Raine and Horne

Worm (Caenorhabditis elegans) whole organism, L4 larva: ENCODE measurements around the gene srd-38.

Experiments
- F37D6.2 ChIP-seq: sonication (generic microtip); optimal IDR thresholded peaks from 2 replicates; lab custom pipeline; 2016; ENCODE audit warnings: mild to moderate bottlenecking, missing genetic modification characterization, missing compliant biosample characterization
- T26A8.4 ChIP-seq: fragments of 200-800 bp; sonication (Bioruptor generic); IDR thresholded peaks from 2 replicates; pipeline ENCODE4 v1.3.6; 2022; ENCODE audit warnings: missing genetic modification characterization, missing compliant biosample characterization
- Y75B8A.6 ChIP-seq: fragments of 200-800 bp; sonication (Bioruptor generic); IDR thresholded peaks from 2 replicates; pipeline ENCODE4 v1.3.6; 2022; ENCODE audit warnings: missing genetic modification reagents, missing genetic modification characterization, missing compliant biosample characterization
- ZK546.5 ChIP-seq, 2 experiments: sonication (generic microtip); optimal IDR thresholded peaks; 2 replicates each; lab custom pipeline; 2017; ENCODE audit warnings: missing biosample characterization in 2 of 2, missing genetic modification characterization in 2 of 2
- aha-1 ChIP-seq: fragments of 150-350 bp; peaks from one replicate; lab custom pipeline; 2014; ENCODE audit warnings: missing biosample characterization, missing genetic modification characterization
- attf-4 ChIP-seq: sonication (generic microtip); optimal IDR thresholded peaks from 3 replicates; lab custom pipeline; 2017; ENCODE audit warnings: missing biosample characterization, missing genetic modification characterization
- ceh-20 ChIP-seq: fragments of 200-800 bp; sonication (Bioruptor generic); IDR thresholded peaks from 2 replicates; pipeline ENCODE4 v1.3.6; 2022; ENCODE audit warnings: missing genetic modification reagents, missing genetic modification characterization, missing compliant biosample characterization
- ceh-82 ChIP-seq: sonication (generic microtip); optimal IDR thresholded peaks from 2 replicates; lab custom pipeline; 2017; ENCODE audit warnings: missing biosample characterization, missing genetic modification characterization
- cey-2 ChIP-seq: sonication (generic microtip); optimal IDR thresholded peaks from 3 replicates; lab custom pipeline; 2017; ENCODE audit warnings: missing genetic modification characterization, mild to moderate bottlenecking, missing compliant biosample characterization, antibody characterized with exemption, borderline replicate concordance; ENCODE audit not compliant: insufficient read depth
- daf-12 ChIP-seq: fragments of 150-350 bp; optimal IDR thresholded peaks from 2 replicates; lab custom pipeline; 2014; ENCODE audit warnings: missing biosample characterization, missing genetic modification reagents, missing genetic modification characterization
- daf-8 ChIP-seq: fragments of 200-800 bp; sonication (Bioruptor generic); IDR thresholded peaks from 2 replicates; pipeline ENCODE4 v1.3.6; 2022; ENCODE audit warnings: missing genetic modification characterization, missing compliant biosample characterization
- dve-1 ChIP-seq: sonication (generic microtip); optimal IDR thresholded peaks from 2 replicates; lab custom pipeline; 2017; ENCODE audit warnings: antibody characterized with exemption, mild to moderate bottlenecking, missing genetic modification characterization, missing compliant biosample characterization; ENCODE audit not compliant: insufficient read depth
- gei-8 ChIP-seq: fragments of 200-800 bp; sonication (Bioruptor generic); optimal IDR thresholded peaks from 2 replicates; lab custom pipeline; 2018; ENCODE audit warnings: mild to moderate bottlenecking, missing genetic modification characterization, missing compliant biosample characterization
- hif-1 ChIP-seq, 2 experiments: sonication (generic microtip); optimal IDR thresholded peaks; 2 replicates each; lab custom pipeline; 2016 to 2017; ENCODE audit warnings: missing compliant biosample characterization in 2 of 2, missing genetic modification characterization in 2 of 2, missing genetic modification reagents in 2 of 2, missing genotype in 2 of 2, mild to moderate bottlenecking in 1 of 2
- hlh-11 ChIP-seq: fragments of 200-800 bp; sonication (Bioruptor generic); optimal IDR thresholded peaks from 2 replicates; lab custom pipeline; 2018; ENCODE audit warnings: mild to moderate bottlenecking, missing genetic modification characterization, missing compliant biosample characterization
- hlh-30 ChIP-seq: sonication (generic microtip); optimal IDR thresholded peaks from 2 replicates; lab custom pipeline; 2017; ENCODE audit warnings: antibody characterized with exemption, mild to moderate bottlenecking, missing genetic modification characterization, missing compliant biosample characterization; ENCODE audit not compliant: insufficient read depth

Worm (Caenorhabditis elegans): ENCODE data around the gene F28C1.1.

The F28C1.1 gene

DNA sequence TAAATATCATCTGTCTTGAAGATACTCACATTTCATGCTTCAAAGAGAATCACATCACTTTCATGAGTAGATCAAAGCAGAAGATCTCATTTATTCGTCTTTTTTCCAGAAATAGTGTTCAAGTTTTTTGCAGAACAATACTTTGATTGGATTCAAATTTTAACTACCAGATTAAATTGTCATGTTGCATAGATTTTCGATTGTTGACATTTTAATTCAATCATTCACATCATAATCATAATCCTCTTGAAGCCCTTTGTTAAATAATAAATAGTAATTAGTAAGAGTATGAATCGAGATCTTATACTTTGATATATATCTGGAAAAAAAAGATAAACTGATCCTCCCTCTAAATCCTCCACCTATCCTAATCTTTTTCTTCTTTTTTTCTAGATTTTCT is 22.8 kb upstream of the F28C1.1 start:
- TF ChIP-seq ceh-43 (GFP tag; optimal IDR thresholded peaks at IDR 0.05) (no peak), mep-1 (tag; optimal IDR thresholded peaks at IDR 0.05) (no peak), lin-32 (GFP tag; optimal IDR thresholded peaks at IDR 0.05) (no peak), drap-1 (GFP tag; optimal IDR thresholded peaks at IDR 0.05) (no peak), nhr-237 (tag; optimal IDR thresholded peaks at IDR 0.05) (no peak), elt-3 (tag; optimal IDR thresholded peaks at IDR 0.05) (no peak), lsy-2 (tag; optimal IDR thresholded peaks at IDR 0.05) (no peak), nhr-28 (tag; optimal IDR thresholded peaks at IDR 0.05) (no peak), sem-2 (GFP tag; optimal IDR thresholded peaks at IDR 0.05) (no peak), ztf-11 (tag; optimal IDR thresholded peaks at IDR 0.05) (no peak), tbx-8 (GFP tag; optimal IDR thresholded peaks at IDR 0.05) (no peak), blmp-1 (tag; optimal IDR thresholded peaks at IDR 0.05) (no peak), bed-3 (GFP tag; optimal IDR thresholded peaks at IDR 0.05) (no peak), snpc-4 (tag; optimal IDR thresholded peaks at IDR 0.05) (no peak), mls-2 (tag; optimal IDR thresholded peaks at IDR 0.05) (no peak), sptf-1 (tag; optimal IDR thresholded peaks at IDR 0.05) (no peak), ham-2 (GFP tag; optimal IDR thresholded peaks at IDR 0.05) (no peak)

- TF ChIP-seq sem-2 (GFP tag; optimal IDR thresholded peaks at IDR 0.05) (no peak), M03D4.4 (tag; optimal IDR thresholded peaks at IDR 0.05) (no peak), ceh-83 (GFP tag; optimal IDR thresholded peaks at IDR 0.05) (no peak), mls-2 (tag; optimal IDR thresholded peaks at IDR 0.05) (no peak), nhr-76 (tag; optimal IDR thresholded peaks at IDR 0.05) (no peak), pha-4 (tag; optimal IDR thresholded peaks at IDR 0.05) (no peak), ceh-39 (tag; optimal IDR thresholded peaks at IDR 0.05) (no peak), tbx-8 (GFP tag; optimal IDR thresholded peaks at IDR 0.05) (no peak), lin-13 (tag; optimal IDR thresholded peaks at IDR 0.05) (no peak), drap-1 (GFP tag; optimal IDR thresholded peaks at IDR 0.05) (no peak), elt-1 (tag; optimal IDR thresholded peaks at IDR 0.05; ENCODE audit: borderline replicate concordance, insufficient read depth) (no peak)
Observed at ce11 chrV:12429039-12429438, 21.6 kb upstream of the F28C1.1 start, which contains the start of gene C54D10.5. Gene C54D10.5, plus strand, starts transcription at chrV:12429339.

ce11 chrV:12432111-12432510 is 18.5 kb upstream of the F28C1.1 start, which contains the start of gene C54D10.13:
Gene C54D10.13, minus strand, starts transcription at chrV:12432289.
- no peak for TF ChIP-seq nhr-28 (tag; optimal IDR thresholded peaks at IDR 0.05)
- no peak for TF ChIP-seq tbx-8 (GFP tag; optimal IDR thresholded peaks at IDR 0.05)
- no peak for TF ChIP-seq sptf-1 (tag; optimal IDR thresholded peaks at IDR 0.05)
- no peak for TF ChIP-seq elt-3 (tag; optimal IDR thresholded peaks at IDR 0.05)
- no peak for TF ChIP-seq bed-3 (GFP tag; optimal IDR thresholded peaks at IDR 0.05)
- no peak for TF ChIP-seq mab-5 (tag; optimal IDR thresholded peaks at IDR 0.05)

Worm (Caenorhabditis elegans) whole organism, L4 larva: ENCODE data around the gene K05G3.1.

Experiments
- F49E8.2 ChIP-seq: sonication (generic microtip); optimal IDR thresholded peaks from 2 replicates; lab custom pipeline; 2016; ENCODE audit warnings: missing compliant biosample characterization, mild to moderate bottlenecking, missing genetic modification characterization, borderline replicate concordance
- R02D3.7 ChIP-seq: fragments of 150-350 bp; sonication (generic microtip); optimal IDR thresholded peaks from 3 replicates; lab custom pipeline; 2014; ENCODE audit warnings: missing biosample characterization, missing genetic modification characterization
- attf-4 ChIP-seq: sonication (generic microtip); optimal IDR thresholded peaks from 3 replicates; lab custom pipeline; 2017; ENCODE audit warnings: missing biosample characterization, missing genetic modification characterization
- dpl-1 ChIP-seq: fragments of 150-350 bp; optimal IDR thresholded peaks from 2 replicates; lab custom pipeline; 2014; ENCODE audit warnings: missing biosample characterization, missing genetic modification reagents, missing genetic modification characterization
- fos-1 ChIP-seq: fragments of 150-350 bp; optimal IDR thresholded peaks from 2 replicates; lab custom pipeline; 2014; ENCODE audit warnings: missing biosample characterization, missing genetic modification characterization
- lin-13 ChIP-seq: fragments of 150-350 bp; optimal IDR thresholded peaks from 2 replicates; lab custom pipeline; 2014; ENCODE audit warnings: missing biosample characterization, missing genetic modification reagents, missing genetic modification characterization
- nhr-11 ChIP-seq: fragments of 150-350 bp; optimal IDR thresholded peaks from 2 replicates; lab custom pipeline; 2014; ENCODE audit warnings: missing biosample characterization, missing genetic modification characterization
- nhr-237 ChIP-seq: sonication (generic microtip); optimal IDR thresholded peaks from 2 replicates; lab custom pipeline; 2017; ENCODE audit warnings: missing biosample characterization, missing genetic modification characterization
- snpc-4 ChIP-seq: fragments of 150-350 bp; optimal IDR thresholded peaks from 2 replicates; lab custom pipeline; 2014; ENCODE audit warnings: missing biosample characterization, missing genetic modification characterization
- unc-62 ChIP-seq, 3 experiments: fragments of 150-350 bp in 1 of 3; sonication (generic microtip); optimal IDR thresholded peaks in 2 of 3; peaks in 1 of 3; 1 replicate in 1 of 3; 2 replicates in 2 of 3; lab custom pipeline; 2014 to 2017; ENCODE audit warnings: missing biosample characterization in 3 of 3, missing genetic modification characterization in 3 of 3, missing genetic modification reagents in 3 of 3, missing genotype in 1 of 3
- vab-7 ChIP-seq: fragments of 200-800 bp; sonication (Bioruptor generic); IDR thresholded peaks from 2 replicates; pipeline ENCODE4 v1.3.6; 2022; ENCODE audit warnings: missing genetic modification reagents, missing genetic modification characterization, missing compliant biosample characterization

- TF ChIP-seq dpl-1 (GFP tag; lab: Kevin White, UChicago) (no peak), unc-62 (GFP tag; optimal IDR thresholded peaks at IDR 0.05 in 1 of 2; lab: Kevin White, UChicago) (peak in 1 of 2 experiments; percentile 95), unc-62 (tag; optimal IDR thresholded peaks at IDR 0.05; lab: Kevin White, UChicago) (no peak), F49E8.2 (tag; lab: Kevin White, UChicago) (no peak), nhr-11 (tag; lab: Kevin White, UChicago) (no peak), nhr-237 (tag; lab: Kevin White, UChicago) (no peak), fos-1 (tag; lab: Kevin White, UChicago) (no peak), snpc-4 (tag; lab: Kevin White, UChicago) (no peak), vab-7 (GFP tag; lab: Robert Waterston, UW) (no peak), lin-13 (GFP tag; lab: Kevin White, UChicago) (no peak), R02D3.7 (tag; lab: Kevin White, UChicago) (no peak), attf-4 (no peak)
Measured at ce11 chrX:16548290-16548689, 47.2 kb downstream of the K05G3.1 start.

As Max tells it: “I was born on 3rd of November 1931, the day White Nose won the Melbourne Cup. Why is that famous? It’s the only time Phar Lap was beaten. That was to welcome me to the earth.” Learning the business from the ground up As the world shook off the vestiges of World War II, Sydney’s real estate market was changing and Max was determined to be at the vanguard of that change. As an 18-year-old, he started out with Raine & Horne, joining the family business, not at his father’s urging but because he genuinely wanted to do so. “I was always very interested in property back in a time when property wasn’t so interesting to other people,” Max said. “As a little boy I was constantly around people talking about real estate. “If my father had been a doctor and his father had been a doctor, I probably would have ended up being a doctor. It’s just one of those things that’s before you.” Initially tasked with collecting rents on properties from what remained of the Cooper Estate, and various other large estates, Max progressed through to the sales team, spending nights working on written guides that would, in time, form the basis of training manuals for new offices. He learned a great deal along the way, and those early days collecting rent gave Max valuable face-to-face contact with the residents of Sydney – landlords and tenants alike. In the aftermath of the war, inner Sydney had an abundance of low cost terrace housing in suburbs regarded as highly desirable today but considerably less so in the 1950s. Max would go from door to door manually collecting rents, and providing handwritten receipts. He explains: “You’d write out the receipts for all these people before you even called on them: That’s how sure you were that the rent would be paid. In those days terrace houses were out of favour – no one wanted to live in places like As the world shook off the vestiges of World War II, Sydney’s real estate market was changing and Max was determined to be at the vanguard One educative experience was to go out on relief duties as a rent collector. In his small Fiat (having broken the family taboo against driving a car) he knocked on hundreds of doors in the terraces of Waterloo, Redfern, Waverley Municipality, Surry Hills, Paddington and Pyrmont, asking for the rent. On one early trip he ended €10 short and had to make up the shortfall himself. He never suffered that loss again. 37

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